Massachusetts Medical Society: MMS Promotes Physician Education on Office-Based Addiction Treatment

MMS Promotes Physician Education on Office-Based Addiction Treatment

In December 2002, the Substance Abuse and Mental Health Services Administration (SAMHSA) launched an education initiative to raise awareness about buprenorphine, a new medication to treat opioid addiction that can be prescribed at the office rather than at a specialized addictions clinic.

"Heroin use is on the rise, the abuse of prescription medications has surged, and misuse of prescription medications -- particularly among young people -- gives particular reason for pause," said Westley Clark, M.D., J.D., MPH, CAS, FASAM, director of the Center for Substance Abuse Treatment at SAMHSA. The 2001 National Household Survey on Drug Abuse found that 12 percent of youths aged 12 to 17 (almost 3 million children) and almost 23 percent of young adults aged 18 to 25 (nearly 7 million) had used prescription-type drugs nonmedically at least once in their lives.

Buprenorphine can be used to treat addiction to heroin, as well as other opiates. Opiates other than heroin -- including nonprescription methadone, codeine, Dilaudid, morphine, Demerol, opium, oxycodone, and any other drug with morphine-like effects -- may be abused, resulting in addiction or dependency. According to SAMHSA's Treatment Episode Data Set, opiates other than heroin accounted for 10 percent of opiate admissions in the United States in 2000.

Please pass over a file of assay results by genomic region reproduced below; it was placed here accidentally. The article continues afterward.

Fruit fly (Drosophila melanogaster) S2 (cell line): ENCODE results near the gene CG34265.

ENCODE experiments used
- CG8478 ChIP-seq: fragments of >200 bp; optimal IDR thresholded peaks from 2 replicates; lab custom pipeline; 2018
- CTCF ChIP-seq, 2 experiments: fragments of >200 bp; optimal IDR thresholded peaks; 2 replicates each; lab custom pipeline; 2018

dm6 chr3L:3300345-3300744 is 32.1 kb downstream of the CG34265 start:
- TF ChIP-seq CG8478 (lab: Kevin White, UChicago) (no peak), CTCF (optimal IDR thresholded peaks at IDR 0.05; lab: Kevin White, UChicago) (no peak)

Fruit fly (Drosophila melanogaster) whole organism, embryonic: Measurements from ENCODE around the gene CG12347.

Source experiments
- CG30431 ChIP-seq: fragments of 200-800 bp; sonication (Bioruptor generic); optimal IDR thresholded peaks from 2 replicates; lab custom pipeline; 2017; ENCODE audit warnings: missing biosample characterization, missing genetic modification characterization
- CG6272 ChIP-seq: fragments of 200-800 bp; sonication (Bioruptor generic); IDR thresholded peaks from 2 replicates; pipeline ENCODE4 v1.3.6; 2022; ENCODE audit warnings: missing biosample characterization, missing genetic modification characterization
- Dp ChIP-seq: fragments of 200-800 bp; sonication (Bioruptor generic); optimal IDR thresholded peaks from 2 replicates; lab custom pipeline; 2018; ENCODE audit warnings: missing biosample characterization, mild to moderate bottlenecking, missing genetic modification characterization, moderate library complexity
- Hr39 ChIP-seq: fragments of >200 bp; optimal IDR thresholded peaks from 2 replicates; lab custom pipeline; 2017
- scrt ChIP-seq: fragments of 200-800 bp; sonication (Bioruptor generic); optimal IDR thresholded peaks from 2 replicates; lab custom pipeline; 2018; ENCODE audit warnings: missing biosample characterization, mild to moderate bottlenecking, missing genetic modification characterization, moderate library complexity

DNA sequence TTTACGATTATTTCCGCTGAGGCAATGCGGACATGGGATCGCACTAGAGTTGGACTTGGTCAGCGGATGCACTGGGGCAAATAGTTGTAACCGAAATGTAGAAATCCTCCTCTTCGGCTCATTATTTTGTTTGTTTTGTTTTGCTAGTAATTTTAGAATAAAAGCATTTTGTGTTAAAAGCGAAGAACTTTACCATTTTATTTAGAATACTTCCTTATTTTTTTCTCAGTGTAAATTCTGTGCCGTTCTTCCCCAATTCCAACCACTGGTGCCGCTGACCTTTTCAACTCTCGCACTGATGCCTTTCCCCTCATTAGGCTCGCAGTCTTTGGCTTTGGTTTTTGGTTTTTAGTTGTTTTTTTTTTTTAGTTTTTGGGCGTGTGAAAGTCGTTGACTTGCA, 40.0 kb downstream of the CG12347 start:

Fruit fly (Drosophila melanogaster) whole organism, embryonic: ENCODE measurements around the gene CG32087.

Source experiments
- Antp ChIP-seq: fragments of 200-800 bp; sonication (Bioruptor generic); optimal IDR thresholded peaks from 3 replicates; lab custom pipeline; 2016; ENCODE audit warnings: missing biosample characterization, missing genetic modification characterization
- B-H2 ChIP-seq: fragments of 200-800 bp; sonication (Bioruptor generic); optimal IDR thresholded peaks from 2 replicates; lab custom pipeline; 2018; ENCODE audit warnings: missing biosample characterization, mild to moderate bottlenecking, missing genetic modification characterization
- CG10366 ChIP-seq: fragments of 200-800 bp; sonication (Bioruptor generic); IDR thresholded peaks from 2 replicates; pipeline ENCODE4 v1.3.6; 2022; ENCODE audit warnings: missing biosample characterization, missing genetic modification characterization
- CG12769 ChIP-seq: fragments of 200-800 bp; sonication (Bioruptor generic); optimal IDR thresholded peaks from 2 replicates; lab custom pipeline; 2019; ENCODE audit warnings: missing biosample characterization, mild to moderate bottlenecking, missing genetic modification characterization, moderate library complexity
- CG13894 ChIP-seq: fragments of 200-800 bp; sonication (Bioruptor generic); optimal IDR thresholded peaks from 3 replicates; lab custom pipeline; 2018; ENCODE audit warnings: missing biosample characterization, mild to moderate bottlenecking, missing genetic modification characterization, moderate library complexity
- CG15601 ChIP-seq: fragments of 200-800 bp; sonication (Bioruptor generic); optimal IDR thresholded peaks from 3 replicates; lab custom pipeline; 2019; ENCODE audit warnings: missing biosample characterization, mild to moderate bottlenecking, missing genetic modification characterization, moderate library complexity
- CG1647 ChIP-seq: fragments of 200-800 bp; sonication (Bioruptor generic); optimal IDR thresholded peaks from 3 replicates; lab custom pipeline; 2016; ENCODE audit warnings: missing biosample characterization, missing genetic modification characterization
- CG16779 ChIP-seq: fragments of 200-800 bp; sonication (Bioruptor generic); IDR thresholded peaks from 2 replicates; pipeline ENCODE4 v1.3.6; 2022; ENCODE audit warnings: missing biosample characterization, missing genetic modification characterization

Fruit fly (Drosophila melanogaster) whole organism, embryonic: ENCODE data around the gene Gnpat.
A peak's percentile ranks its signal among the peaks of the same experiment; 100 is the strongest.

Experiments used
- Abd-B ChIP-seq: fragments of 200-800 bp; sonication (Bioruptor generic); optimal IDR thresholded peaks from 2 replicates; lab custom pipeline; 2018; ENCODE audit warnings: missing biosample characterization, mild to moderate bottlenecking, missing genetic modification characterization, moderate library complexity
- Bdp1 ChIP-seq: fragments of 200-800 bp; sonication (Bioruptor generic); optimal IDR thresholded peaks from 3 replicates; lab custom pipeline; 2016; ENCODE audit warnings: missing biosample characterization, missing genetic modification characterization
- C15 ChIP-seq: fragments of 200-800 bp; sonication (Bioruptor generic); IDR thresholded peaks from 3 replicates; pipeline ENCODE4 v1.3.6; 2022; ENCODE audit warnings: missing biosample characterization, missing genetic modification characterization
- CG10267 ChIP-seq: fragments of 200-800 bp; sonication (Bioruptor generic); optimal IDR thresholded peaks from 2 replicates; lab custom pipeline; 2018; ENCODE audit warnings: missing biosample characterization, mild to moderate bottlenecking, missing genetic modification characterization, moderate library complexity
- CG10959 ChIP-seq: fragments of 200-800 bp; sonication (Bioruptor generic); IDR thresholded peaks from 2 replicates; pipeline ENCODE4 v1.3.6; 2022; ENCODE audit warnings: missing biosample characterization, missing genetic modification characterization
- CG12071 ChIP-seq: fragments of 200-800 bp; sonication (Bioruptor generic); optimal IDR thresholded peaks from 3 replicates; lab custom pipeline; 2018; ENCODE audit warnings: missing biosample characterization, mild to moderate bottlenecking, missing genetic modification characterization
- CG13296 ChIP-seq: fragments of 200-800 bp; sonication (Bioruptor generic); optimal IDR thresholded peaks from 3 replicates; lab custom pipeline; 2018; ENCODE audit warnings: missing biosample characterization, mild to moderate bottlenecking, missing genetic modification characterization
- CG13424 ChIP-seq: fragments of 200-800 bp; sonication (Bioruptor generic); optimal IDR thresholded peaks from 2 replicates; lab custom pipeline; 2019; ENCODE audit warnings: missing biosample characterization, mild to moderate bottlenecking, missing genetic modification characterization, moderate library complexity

"The approval of buprenorphine for opioid treatment in the physician's office is an important development," said Luis Sanchez, M.D., director of Physician Health Services. "For many people -- people dependent on painkillers, professional people worried about their jobs -- a methadone clinic may not be the treatment of choice."

According to SAMHSA, in 2000, Massachusetts had an estimated 108,000 people aged 12 or older needing, but not receiving, treatment for an illicit drug problem, making this state fourth in the nation as a percentage of the population.

"We need a network of physicians qualified to treat with this new medication," said Dr. Sanchez. Currently, only 56 physicians in Massachusetts are licensed to prescribe buprenorphine; of those, only 30 are currently accepting patients.

In order to prescribe buprenorphine, physicians must attend an eight-hour training session and obtain certification through SAMHSA. In an effort to increase access to addiction treatment, the MMS and Boston Medical Center will sponsor a CME course on buprenorphine and office-based treatment of opioid dependence. The program will take place November 22 at the MMS headquarters in Waltham and will provide an overview of opioid dependence. It will also discuss how to assess whether a patient is appropriate for office-based treatment and provide information about the pharmacology, efficacy and safety of buprenorphine.

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